Coca-Cola went from a cocaine-infused elixir in 1886 to a ubiquitous sugary drink by 1929.
Now people in more than 200 countries drink 1.9 billion servings every day, according to The Coca-Cola Company.
Having a product people enjoy is far from the only thing needed to become one of the world’s most valuable companies. Coca-Cola used seven key design and marketing strategies, which made it as recognizable in the streets of Shanghai as in its hometown of Atlanta by the 1920s, says Coca-Cola VP of innovation and entrepreneurship David Butler.
In the book, “Design to Grow: How Coca-Cola Learned to Combine Scale and Agility (and How You Can Too),” Butler and co-author Linda Tischler explore these seven strategies, which we’ve explained below.
1. It started with a unique, market-tested formula.
After serving as a Confederate colonel in the Civil War, John Pemberton wanted to develop a version of the coca wines (basically cola with alcohol and cocaine) that were in vogue at the time. In 1886, Atlanta passed prohibition laws that forced beverage manufacturers to produce non-alcoholic versions of their drinks.
2. Its logo uses a timeless font.
Pemberton’s bookkeeper, Frank Mason Robinson, decided that Coca-Cola’s logo should be written in the Spencerian script accountants used because it would differentiate it from its competitors. The company standardized the logo in 1923 and, like the recipe, decided that while packaging could adjust to the times, the core logo was to be untouched.
3. It was distributed in a proprietary bottle.
After the Georgia businessman Asa Griggs Candler became the majority shareholder of Coca-Cola in 1888, he set his sights on making Coke the nation’s most popular cola through marketing and partnerships with regional bottlers.
4. It held retailers responsible for maintaining its high standard.
Ernest Woodruff‘s Trust Company of Georgia bought Coca-Cola from Candler in 1919. Woodruff was focused on maintaining a standard of excellence as the company scaled.
The Coke team decided that its drink should be served at 36 degrees Fahrenheit, and would send salesmen to new retailers to tell them the product should never be served above 40 degrees.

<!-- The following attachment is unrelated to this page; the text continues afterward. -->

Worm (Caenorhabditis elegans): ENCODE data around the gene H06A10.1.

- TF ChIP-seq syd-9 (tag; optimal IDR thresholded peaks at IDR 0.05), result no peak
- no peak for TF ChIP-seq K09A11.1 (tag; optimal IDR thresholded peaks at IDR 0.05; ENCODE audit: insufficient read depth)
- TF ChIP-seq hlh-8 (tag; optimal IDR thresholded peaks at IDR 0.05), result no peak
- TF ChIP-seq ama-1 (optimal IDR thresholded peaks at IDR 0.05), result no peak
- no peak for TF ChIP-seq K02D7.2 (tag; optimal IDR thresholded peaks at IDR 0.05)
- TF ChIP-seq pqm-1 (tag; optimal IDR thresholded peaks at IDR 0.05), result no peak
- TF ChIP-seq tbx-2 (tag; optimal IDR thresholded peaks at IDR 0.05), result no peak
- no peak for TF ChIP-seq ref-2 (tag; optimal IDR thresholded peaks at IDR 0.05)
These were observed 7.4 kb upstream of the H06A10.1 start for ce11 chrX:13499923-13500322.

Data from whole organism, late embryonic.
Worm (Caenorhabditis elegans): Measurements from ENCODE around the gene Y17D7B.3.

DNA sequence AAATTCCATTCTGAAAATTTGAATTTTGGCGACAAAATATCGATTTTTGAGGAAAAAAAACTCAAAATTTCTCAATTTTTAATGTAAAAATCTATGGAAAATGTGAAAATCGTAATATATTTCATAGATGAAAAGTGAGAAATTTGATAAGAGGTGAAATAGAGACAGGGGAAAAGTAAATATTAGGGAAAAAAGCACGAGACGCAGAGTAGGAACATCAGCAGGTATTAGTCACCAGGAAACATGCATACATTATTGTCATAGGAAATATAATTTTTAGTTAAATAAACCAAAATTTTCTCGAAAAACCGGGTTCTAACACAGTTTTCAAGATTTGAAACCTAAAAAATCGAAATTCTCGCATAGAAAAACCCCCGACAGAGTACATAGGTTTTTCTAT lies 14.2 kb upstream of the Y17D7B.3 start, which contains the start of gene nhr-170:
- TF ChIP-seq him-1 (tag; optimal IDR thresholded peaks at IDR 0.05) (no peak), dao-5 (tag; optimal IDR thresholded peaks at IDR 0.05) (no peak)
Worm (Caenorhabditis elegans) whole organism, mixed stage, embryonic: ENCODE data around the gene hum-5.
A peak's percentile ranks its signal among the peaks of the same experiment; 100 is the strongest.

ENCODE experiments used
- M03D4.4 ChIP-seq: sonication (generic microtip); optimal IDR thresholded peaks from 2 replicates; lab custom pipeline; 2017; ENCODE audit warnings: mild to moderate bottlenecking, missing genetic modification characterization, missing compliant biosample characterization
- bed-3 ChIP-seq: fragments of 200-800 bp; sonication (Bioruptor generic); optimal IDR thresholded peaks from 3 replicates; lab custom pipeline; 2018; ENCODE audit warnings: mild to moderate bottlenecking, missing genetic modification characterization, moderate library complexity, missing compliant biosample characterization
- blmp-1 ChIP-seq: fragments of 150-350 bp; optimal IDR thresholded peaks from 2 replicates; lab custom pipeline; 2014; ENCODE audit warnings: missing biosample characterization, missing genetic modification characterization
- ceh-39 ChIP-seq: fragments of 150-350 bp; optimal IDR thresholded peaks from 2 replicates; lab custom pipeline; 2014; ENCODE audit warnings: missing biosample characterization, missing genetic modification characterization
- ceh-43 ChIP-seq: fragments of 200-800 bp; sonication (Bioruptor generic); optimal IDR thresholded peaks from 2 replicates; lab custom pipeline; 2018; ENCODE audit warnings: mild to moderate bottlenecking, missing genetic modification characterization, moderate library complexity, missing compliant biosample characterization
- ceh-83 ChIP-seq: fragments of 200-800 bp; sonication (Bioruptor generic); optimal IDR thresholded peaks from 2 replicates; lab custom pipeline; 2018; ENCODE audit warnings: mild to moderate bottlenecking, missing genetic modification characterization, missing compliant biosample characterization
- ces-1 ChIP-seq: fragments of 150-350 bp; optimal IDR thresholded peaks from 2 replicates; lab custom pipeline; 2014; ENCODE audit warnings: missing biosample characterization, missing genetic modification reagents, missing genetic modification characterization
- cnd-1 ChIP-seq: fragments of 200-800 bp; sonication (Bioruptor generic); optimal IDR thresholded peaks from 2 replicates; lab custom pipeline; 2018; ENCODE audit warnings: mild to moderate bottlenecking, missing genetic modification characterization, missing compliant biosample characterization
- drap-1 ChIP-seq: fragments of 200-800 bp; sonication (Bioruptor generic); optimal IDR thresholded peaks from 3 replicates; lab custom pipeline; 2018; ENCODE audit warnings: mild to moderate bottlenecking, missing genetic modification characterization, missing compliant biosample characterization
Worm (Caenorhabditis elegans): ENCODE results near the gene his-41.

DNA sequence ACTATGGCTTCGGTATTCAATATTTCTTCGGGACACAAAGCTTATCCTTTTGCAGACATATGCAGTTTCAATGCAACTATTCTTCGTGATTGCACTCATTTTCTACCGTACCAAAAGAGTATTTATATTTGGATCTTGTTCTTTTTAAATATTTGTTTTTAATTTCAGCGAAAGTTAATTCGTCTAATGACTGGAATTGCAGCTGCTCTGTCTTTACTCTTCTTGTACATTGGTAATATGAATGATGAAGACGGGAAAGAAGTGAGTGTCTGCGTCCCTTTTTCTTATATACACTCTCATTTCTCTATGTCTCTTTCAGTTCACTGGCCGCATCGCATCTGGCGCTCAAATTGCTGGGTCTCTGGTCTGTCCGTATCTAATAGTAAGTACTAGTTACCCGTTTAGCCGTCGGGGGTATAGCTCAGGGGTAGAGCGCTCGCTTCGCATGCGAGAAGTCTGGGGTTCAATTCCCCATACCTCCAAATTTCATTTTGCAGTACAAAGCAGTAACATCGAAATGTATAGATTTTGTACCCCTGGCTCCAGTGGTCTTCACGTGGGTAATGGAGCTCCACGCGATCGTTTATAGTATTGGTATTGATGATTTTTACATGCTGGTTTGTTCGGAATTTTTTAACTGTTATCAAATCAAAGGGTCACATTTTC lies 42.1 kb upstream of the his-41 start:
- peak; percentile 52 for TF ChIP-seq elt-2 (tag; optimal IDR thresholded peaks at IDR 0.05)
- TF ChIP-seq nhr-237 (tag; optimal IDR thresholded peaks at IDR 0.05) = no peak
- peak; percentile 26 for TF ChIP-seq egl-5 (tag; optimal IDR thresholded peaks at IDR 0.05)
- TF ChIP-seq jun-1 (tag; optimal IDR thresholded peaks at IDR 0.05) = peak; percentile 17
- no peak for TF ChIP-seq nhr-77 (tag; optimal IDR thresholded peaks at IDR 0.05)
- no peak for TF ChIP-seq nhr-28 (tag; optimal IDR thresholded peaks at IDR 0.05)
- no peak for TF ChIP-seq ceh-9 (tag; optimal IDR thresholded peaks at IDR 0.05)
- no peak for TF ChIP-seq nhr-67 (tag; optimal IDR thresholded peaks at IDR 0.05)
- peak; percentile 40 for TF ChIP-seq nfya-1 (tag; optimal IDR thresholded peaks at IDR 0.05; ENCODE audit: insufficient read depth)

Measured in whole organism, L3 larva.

The tactic may seem a bit silly today, but the 36-degree standard was just another example of establishing Coca-Cola as a premium product that was worthy of more attention than any of its competitors.
5. It kept its consumer price fixed for 70 years.
It’s common today for tech startups to begin by offering a service for free and then charging a higher price to consumers and/or advertisers once they’ve become hooked. Before utilizing networking effects became a standard practice, Coca-Cola used a similar approach to scale across the US and then throughout the world.
6. It guided word-of-mouth advertising and developed a voice.
It became apparent after Candler took over early in the company’s life that Coke was as much a drink as it was a consumable brand, an idea consumers could feel good about identifying with.
Candler started a mass coupon initiative that resulted in 10% of all products from 1887 to 1920 to be given away in order to build brand awareness. He also provided retailers with Coca-Cola swag like posters and festoons for decorations and calendars and clocks for customers. According to Butler, Coke was a pioneer in affixing a brand to items unrelated to the product.
7. It adopted a franchise model.
In 1899, two Tennessee lawyers, Benjamin F. Thomas and Joseph B. Whitehead, approached Candler and asked if he would let them bottle Coke. The drink was sold as a syrup that retailers would mix with soda water, but it wasn’t typical to drink cola on the go or bring it into the home. Candler decided to hand over the bottling rights for just a dollar, which he never collected, because he was content with maintaining the rights to the syrup.
This marked the beginning of what the company internally calls The Coca-Cola System, a franchise partnership with bottlers that allowed the brand to truly take off. Today, there are more than 250 independent bottlers around the world. Read more…